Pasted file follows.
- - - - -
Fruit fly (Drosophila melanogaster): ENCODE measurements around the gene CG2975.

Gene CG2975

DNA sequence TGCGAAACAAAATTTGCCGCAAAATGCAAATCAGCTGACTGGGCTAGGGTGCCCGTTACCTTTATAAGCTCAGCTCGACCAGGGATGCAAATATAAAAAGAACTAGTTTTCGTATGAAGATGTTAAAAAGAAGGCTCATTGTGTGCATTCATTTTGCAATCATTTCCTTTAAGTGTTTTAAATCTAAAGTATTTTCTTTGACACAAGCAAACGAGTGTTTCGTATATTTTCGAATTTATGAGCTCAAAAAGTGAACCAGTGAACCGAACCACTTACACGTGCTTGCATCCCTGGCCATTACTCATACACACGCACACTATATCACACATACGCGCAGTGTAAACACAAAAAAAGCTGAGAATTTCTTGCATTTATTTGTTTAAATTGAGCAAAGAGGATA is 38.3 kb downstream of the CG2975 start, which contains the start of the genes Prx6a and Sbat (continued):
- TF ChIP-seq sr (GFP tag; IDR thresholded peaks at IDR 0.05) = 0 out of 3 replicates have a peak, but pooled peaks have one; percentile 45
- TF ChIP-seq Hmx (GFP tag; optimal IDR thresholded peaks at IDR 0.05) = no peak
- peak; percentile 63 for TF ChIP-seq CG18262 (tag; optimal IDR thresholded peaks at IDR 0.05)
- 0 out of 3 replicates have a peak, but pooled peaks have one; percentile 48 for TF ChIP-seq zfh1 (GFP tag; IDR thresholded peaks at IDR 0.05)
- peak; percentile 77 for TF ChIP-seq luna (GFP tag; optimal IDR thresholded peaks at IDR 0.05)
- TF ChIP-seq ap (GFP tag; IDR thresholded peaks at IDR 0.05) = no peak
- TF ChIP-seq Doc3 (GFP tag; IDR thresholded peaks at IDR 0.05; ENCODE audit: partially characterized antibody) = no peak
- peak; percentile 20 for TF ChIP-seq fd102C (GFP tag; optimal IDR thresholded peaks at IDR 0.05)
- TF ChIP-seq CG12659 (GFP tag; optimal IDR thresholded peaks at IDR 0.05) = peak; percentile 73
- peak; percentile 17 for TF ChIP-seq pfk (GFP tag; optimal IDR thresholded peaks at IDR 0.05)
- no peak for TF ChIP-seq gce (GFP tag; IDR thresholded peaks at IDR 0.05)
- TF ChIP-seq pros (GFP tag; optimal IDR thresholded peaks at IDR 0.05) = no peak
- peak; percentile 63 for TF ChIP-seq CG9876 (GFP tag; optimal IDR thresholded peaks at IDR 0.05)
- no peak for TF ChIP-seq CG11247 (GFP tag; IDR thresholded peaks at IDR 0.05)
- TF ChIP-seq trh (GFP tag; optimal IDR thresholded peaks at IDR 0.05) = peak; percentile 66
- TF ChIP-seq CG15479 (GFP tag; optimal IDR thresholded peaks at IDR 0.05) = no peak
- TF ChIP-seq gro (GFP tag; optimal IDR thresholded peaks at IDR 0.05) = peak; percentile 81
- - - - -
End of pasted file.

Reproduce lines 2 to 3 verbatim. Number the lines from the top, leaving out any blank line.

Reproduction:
Gene CG2975

DNA sequence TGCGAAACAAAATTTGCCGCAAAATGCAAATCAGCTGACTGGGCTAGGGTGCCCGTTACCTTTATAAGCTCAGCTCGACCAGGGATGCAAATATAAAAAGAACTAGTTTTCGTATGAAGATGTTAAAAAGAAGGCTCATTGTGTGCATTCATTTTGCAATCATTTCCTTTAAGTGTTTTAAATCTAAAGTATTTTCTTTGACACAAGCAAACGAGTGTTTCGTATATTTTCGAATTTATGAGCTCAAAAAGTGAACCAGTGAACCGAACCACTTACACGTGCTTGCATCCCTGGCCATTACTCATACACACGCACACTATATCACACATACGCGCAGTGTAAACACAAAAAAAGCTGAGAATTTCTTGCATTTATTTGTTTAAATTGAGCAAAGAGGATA is 38.3 kb downstream of the CG2975 start, which contains the start of the genes Prx6a and Sbat (continued):